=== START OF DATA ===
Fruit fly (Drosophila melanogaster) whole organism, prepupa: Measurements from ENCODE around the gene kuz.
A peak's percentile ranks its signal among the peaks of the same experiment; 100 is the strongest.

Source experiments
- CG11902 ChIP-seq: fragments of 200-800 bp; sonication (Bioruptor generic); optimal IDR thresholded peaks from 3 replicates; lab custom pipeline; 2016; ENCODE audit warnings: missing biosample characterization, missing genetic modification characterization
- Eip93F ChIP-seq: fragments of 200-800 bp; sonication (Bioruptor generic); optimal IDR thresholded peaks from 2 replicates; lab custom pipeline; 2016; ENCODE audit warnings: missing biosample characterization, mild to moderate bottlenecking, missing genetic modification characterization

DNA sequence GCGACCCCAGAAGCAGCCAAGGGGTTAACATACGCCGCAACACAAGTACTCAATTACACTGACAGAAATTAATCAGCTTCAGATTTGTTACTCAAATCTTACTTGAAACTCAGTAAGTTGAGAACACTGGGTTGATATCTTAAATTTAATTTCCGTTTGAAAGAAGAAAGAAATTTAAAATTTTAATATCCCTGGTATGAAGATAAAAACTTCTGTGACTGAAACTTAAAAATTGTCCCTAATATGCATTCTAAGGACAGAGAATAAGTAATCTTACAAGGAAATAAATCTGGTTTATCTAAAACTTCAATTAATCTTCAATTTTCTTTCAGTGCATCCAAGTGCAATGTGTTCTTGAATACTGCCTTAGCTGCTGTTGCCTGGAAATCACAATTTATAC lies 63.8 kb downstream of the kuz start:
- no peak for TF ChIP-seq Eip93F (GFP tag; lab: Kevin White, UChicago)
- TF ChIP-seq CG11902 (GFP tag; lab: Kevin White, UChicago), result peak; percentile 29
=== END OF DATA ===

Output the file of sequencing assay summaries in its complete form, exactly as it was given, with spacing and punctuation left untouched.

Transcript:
Fruit fly (Drosophila melanogaster) whole organism, prepupa: Measurements from ENCODE around the gene kuz.
A peak's percentile ranks its signal among the peaks of the same experiment; 100 is the strongest.

Source experiments
- CG11902 ChIP-seq: fragments of 200-800 bp; sonication (Bioruptor generic); optimal IDR thresholded peaks from 3 replicates; lab custom pipeline; 2016; ENCODE audit warnings: missing biosample characterization, missing genetic modification characterization
- Eip93F ChIP-seq: fragments of 200-800 bp; sonication (Bioruptor generic); optimal IDR thresholded peaks from 2 replicates; lab custom pipeline; 2016; ENCODE audit warnings: missing biosample characterization, mild to moderate bottlenecking, missing genetic modification characterization

DNA sequence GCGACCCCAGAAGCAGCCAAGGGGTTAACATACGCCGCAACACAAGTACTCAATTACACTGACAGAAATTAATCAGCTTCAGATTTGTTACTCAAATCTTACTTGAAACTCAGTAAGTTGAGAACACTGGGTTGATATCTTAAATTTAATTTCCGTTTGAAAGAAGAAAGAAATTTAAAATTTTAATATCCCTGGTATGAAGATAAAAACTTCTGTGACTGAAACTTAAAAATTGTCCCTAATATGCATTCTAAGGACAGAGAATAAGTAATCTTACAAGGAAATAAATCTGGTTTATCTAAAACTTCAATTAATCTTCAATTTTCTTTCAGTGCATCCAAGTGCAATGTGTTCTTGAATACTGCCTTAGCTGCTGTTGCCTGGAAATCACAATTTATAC lies 63.8 kb downstream of the kuz start:
- no peak for TF ChIP-seq Eip93F (GFP tag; lab: Kevin White, UChicago)
- TF ChIP-seq CG11902 (GFP tag; lab: Kevin White, UChicago), result peak; percentile 29